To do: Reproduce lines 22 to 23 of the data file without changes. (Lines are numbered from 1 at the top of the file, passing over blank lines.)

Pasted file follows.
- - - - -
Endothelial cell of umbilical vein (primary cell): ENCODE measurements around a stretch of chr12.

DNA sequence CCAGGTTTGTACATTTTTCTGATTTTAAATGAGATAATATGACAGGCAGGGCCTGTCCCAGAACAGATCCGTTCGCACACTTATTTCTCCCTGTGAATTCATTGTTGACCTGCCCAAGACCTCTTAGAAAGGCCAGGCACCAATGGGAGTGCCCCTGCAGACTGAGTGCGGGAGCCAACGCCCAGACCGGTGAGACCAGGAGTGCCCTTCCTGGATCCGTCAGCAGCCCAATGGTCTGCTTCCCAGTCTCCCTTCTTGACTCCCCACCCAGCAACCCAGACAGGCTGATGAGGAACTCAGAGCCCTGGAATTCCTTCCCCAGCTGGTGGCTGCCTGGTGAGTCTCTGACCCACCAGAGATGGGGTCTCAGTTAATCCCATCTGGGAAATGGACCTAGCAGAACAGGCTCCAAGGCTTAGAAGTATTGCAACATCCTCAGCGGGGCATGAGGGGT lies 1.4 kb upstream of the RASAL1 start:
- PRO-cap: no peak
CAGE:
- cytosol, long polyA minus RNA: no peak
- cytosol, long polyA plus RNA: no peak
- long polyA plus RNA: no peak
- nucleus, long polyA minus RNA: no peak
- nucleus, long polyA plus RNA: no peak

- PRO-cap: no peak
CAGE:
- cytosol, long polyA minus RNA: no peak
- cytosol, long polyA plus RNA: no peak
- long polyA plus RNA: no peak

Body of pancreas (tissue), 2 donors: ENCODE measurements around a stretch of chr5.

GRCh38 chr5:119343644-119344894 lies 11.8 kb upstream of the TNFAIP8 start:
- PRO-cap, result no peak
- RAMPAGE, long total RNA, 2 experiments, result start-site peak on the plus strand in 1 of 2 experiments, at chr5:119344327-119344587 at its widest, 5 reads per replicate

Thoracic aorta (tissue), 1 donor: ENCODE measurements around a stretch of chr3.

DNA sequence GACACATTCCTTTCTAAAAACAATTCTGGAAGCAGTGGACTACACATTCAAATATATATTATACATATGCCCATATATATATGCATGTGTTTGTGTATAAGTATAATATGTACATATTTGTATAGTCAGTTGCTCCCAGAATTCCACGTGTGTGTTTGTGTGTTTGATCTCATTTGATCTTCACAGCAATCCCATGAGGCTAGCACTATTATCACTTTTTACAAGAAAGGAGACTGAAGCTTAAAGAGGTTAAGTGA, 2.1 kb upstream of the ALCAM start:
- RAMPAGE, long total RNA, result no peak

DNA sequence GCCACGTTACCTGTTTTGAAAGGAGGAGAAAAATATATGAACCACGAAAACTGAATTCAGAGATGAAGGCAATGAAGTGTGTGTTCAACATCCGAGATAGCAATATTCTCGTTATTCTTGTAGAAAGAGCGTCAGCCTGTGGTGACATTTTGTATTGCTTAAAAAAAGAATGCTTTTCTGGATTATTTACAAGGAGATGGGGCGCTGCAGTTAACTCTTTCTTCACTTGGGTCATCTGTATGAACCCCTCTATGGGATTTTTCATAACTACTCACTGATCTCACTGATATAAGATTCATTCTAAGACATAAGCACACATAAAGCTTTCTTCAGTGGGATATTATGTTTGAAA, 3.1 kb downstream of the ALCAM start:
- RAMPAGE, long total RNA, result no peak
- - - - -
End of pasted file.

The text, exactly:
DNA sequence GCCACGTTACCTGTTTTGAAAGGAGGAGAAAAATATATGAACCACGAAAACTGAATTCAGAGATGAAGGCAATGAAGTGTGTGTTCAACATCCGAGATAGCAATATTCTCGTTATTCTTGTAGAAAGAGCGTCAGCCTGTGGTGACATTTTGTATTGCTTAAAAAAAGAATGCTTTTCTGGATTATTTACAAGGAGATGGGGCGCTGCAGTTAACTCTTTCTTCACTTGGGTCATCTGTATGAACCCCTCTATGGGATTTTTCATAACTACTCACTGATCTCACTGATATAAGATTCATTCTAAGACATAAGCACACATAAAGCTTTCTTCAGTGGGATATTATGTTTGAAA, 3.1 kb downstream of the ALCAM start:
- RAMPAGE, long total RNA, result no peak